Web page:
After popping back through the cut we raised the sails and glided down and round the peninsula. Bozukkale was another inlet with three restaurant pontoons positioned around the bay. Once you picked one you could dock for free with the proviso that you ate at the restaurant. We had already set our sights on Ali Baba’s restaurant on the western side of the bay. The wind was a steady 15-17kn on the beam which had been great sailing but obviously we want it to shut off when we are about to dock. Thankfully as we approached the wooden rickety dock with a cliff face behind it the wind was blocked. Some Navily research had shown us a pontoon protruding out from the restaurant with boats docked stern-to, pointing out in to the bay. Some images had shown a catamaran docked side-to around the back of the pontoon, which had about 15m between it and the rocks of the shore.

Guess where they wanted us to go…

Carl brought her round like a pro and I flung out the lines to the two guys from the restaurant who had come to help us. They dragged us forward all the while keeping us close to the dock . I stood on the bow staring at the rocks underneath and worriedly asked ‘Is there enough depth here?!’ They nodded. I guess they’d done it before. It looked bloody shallow though. The water was crystal clear which was lovely but didn’t help. We tied up with 0.7m below the keels. Once tied up and confident we were still floating we took a chance to really enjoy the spot we found ourselves in. One of the sweetest little spots we have taken Rockhopper to and the best photo of her ever. It also summed up some of the great places you can tie up to in Türkiye. We’d worry about getting her out of there tomorrow!

The restaurant was nestled into the hill and up above, the ruins of a castle with a large Turkish flag flying high in the wind. After the nerves of getting her tied up we decided to walk up to the castle in the morning. This afternoon was reserved for sitting on the front, G&T in hand and observing our surroundings. We were causing a bit of a stir amongst the charter boats docked on the other side of the pontoon. We looked huge there!

After a lovely meal, less of a surprise now we were prepared, we headed back to the boat for the night.

13th October 2022 - Ali Baba’s Restaurant, Bozukkale - Deniz Restaurant, Çiflik (17.7 nautical miles)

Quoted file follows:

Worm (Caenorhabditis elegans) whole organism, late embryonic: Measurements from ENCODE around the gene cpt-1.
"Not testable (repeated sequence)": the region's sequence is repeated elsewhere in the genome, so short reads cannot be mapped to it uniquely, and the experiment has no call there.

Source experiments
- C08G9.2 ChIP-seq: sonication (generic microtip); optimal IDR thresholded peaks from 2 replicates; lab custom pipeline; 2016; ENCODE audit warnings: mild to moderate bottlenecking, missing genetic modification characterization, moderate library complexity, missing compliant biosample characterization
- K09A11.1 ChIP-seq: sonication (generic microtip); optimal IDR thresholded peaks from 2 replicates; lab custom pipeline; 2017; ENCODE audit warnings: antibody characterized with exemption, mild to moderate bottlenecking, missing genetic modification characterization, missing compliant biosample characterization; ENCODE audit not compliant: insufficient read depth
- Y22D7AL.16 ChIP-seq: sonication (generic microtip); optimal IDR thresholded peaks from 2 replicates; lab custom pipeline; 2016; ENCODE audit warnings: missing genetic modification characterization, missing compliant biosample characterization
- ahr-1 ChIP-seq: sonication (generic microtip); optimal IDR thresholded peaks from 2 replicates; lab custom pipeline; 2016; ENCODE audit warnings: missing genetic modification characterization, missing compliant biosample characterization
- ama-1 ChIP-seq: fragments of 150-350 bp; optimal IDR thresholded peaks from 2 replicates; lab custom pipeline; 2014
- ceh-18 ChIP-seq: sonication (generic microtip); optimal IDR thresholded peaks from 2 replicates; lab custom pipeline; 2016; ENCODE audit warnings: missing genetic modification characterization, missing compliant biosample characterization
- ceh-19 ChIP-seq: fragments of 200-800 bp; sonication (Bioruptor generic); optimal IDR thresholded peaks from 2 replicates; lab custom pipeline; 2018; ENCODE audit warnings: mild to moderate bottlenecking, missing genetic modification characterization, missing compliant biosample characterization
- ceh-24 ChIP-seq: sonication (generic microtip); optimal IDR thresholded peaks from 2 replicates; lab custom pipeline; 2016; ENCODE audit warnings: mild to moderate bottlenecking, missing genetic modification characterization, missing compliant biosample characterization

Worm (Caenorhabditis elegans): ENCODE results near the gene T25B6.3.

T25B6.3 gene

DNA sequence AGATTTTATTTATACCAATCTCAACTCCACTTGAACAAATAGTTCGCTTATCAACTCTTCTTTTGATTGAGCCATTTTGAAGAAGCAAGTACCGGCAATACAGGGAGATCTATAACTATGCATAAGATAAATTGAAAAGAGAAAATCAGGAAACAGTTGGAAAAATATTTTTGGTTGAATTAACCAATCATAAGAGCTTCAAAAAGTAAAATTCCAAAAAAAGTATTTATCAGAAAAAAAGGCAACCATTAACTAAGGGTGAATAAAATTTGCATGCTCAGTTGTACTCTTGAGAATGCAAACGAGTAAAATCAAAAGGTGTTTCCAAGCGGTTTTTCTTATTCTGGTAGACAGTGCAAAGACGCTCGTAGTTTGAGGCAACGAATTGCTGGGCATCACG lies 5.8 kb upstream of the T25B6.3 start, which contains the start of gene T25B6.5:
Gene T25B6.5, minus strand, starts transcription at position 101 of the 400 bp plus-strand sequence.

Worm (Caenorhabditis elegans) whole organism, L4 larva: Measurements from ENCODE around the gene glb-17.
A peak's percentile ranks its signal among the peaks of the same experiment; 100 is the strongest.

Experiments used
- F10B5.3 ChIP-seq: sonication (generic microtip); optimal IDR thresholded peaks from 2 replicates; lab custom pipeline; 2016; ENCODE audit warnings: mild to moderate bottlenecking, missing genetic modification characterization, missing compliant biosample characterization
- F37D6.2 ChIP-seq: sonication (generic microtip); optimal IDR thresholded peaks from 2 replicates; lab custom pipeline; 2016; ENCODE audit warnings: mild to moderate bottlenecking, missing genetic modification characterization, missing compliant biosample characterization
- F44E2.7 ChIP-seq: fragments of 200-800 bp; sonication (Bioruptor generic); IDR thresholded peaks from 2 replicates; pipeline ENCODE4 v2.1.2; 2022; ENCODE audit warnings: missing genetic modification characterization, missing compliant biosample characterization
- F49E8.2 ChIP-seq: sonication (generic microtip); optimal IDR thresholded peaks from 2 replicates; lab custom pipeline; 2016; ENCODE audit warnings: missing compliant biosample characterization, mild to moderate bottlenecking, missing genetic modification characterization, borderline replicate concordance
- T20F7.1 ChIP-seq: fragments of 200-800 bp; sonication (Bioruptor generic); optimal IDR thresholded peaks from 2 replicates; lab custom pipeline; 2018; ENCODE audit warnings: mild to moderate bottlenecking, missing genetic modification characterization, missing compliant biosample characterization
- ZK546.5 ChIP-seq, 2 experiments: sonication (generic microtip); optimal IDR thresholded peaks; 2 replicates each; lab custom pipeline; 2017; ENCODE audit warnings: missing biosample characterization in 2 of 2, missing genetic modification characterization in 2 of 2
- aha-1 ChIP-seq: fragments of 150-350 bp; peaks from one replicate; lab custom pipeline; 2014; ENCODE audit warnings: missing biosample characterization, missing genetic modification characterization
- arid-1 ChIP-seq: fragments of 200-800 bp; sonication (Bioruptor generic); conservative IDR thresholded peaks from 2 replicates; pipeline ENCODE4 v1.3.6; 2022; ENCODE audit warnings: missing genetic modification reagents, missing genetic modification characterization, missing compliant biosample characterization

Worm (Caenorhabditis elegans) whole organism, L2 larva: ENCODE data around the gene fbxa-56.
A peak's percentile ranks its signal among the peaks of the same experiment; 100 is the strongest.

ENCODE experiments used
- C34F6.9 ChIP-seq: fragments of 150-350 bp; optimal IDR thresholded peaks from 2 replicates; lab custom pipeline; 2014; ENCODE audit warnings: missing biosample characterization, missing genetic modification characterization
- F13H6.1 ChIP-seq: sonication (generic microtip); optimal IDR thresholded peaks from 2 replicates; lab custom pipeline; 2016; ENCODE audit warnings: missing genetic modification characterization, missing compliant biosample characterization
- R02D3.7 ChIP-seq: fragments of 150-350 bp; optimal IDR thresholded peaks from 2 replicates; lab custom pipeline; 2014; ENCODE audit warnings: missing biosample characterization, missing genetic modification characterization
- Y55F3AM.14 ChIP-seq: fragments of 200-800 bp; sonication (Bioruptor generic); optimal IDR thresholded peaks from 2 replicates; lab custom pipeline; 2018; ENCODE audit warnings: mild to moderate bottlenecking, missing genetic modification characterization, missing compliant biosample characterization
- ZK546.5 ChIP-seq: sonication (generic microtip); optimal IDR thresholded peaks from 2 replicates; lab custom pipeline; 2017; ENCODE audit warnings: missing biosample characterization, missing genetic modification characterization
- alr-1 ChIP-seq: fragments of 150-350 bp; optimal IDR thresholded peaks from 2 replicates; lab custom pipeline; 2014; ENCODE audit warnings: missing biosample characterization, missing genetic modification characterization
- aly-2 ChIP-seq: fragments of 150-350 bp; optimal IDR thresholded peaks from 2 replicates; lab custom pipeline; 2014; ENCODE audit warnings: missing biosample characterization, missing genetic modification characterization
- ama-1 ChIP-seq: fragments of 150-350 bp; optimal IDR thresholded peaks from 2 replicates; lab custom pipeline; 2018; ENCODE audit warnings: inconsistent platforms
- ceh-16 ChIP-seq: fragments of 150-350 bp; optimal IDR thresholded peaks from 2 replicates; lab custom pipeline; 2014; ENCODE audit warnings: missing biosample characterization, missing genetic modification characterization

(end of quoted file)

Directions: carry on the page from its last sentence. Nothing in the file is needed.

They offered us fresh bread the following morning so after collecting that we headed up the hill to walk along the castle walls, which was all that really remained, and look out over the bay. We also took the opportunity to take some drone shots of Rockhopper in her little spot. Making our way back down the hill the nerves started to appear for how we were going to extricate ourselves from the spot. There was about 10kn blowing us off the dock. The pontoon had been full the previous night but thankfully, by the time we were set to go, most of the other boats had already left. So at 10:40am the two guys from the restaurant came out again to help us and used our mooring lines as tag lines to ensure that we didn’t drift too far away from the dock and towards the rocks. They kept the line as Carl backed us round the corner and then when we were clear they threw them back to me. No dramas!

We had a week to go before we were due at our winter home in Kas. In between now and then we would have some friends come and join us on the boat. Derek and Fay had been in Türkiye visiting family so wanted to catch up with us for a few days, and Ian and Liz were flying out especially. They were going to spend a few days in Istanbul then fly down to Dalaman and we were going to meet them close by. We had a couple of days to kill before they arrived so we hoisted the sails and set off for Çiftlik. It was 17nm to Çiftlik Koyu which had several restaurant pontoons all lined up next to one another. They each had different coloured flags, so depending on what restaurant you wanted to go to you knew which pontoon to approach. By the way, all of our knowledge of these particular anchorages came from the YouTube channel Sailing ABSea. A lovely Aussie couple who had been sailing Türkiye for several years and highlighted some great spots. They are the reason we signed up for Kas marina in the first place. Unfortunately Covid and rising prices forced them to sell up and move back home a few months before we got there but it would have been lovely to meet them and tell them that the reason we were so keen to come to Türkiye was because of them.